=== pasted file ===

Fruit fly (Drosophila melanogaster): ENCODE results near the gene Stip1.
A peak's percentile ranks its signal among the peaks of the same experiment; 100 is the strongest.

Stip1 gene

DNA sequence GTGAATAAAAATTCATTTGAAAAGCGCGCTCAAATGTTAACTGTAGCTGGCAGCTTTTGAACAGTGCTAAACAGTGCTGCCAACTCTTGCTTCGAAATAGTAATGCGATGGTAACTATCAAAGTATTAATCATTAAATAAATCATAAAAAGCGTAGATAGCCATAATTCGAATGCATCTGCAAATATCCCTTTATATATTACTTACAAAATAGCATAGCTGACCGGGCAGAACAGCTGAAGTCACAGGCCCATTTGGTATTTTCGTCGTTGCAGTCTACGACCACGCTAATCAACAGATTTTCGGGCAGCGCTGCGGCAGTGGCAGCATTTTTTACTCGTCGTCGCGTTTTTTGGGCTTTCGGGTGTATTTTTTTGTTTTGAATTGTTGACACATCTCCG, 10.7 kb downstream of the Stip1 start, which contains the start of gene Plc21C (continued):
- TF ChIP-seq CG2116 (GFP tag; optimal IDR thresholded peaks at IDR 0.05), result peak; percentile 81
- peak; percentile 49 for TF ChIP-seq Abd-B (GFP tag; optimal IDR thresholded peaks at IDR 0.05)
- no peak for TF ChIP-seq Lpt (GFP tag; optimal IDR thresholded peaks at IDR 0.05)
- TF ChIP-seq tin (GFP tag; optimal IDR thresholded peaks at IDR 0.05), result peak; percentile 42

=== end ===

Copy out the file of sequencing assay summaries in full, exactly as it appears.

Fruit fly (Drosophila melanogaster): ENCODE results near the gene Stip1.
A peak's percentile ranks its signal among the peaks of the same experiment; 100 is the strongest.

Stip1 gene

DNA sequence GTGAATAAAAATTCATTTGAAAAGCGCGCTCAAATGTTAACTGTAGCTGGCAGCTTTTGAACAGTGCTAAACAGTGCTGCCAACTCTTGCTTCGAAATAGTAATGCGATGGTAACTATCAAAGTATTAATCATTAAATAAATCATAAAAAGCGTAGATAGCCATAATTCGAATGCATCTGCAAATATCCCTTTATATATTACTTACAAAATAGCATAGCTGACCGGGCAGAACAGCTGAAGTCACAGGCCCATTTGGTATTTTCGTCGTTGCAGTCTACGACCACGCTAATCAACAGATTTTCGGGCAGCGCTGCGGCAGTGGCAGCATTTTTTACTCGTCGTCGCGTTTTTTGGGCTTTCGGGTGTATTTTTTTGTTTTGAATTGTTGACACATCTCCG, 10.7 kb downstream of the Stip1 start, which contains the start of gene Plc21C (continued):
- TF ChIP-seq CG2116 (GFP tag; optimal IDR thresholded peaks at IDR 0.05), result peak; percentile 81
- peak; percentile 49 for TF ChIP-seq Abd-B (GFP tag; optimal IDR thresholded peaks at IDR 0.05)
- no peak for TF ChIP-seq Lpt (GFP tag; optimal IDR thresholded peaks at IDR 0.05)
- TF ChIP-seq tin (GFP tag; optimal IDR thresholded peaks at IDR 0.05), result peak; percentile 42